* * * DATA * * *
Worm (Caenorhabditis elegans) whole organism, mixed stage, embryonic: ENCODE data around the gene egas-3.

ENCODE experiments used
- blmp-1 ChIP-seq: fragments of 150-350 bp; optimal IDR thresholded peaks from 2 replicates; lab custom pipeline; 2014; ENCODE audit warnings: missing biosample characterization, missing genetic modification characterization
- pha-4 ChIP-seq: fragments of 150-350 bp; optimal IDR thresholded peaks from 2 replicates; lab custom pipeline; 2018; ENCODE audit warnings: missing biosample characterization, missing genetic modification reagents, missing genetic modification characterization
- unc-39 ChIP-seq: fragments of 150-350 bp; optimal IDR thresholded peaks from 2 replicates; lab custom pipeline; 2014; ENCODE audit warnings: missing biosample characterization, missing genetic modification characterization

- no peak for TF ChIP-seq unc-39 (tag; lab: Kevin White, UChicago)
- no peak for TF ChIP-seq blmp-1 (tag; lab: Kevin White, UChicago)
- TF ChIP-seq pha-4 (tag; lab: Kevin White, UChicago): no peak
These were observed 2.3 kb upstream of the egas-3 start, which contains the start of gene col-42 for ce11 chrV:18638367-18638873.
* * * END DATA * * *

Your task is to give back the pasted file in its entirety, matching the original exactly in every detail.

Worm (Caenorhabditis elegans) whole organism, mixed stage, embryonic: ENCODE data around the gene egas-3.

ENCODE experiments used
- blmp-1 ChIP-seq: fragments of 150-350 bp; optimal IDR thresholded peaks from 2 replicates; lab custom pipeline; 2014; ENCODE audit warnings: missing biosample characterization, missing genetic modification characterization
- pha-4 ChIP-seq: fragments of 150-350 bp; optimal IDR thresholded peaks from 2 replicates; lab custom pipeline; 2018; ENCODE audit warnings: missing biosample characterization, missing genetic modification reagents, missing genetic modification characterization
- unc-39 ChIP-seq: fragments of 150-350 bp; optimal IDR thresholded peaks from 2 replicates; lab custom pipeline; 2014; ENCODE audit warnings: missing biosample characterization, missing genetic modification characterization

- no peak for TF ChIP-seq unc-39 (tag; lab: Kevin White, UChicago)
- no peak for TF ChIP-seq blmp-1 (tag; lab: Kevin White, UChicago)
- TF ChIP-seq pha-4 (tag; lab: Kevin White, UChicago): no peak
These were observed 2.3 kb upstream of the egas-3 start, which contains the start of gene col-42 for ce11 chrV:18638367-18638873.